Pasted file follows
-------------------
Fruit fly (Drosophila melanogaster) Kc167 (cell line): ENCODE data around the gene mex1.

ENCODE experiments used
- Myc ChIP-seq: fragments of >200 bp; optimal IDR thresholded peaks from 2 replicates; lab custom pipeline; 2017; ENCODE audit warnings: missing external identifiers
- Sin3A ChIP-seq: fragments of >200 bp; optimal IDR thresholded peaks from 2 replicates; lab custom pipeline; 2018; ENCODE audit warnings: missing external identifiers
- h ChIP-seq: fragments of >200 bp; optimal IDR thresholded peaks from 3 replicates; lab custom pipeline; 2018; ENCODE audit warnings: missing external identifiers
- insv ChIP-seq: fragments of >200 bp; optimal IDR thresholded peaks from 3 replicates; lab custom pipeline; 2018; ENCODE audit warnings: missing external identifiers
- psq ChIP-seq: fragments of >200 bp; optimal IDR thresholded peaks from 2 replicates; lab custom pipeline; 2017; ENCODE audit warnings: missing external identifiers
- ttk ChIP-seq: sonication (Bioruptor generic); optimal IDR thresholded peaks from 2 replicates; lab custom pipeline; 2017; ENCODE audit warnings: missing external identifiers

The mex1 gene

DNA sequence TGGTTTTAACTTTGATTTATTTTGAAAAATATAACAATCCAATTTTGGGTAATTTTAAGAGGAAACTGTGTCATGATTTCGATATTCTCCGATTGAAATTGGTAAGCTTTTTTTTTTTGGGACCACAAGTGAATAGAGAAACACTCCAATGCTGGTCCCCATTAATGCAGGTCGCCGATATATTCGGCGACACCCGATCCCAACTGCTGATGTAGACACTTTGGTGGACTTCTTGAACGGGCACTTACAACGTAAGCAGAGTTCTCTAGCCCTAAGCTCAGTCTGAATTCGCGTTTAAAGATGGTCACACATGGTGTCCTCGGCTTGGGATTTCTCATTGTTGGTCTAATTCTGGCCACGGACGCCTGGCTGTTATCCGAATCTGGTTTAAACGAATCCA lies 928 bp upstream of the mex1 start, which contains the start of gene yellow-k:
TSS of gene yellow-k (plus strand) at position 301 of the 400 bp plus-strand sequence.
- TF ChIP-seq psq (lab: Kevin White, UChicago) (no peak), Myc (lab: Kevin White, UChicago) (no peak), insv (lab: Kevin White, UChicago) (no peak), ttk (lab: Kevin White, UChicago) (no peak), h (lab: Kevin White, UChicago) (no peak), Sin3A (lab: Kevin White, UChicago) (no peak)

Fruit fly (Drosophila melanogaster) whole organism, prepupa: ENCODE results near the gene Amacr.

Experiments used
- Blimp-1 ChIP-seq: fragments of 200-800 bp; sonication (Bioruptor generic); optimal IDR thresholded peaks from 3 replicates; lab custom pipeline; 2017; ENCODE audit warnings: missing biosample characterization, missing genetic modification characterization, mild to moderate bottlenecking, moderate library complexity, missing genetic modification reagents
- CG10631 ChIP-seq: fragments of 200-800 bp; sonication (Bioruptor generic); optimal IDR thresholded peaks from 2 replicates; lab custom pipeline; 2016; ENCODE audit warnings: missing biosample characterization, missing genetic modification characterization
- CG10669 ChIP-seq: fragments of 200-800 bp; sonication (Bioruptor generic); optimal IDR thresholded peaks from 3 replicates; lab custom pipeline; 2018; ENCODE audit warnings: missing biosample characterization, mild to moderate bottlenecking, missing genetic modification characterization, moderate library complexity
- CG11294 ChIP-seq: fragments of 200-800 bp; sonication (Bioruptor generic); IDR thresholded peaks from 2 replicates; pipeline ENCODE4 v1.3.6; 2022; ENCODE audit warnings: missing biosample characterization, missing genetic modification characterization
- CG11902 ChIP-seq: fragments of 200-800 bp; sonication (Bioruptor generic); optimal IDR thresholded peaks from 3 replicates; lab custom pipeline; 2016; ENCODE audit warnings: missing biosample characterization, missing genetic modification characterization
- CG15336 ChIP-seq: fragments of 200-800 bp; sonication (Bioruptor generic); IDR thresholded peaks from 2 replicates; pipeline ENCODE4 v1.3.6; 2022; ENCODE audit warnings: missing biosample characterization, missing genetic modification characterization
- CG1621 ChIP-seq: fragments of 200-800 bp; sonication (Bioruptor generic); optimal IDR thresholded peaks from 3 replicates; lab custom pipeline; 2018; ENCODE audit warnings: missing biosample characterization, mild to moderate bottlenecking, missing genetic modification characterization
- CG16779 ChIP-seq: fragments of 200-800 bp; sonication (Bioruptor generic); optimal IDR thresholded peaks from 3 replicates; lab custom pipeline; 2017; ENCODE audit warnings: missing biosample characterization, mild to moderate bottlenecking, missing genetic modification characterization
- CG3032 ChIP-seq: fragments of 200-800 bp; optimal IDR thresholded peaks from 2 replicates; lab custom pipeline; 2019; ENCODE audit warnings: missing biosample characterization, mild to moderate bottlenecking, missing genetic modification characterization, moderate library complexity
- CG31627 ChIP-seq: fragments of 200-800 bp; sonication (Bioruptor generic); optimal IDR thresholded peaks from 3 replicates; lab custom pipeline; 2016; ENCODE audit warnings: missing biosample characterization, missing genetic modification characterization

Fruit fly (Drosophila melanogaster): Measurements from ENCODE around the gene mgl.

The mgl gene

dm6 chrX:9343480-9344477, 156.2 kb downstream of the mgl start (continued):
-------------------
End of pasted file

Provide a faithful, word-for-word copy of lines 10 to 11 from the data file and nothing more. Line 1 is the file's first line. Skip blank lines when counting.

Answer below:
DNA sequence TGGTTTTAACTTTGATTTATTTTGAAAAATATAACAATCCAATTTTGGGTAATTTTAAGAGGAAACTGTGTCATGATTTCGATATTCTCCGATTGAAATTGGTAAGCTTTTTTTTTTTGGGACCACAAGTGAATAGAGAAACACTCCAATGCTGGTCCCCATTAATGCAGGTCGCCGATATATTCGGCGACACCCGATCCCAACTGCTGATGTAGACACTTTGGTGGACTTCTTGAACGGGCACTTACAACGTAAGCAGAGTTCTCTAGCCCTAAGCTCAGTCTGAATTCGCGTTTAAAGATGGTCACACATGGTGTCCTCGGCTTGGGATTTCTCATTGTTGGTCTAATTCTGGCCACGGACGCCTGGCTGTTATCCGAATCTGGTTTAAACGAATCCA lies 928 bp upstream of the mex1 start, which contains the start of gene yellow-k:
TSS of gene yellow-k (plus strand) at position 301 of the 400 bp plus-strand sequence.